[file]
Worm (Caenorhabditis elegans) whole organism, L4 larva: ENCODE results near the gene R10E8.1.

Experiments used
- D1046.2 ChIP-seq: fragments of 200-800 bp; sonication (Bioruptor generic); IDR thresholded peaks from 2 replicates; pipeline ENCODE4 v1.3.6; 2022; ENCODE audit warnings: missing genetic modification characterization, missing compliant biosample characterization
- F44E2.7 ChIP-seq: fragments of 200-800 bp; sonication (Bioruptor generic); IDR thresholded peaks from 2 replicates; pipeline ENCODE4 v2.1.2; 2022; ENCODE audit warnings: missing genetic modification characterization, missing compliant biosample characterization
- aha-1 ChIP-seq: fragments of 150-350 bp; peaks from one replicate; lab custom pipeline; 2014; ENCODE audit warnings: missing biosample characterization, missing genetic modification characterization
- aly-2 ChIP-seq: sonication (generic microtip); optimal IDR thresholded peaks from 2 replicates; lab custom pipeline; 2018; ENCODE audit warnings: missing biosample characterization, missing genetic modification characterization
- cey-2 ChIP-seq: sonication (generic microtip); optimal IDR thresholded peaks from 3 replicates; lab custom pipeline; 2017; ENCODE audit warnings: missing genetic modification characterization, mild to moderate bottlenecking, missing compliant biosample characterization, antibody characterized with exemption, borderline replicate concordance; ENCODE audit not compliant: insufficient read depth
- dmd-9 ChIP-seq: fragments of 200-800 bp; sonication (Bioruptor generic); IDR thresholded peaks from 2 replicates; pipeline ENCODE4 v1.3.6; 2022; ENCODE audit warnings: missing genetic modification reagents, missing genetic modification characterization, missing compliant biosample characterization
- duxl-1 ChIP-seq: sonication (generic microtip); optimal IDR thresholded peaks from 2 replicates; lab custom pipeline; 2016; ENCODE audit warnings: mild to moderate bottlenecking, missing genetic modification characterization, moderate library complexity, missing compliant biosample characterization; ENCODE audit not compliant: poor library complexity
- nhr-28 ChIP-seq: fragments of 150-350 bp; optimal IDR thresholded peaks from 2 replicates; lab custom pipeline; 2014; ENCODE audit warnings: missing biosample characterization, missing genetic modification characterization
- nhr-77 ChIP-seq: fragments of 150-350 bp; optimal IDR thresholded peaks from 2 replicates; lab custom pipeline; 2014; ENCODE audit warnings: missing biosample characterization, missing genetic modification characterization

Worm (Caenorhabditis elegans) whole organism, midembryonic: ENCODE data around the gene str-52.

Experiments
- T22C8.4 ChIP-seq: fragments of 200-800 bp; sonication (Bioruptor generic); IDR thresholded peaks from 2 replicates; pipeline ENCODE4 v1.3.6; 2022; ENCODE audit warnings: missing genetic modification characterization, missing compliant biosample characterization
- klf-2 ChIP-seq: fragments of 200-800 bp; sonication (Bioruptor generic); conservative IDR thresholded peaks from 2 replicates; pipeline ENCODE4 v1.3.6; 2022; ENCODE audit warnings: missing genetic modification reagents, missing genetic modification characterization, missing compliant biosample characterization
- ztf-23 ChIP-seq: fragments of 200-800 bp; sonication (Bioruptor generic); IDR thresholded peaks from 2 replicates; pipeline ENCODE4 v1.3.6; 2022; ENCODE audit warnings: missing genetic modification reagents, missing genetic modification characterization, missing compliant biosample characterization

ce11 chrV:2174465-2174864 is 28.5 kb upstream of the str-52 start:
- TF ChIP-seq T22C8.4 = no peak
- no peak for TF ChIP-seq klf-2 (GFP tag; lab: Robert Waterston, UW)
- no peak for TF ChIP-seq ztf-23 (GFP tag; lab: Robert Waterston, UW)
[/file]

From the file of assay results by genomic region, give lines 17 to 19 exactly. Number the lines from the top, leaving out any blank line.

ce11 chrV:2174465-2174864 is 28.5 kb upstream of the str-52 start:
- TF ChIP-seq T22C8.4 = no peak
- no peak for TF ChIP-seq klf-2 (GFP tag; lab: Robert Waterston, UW)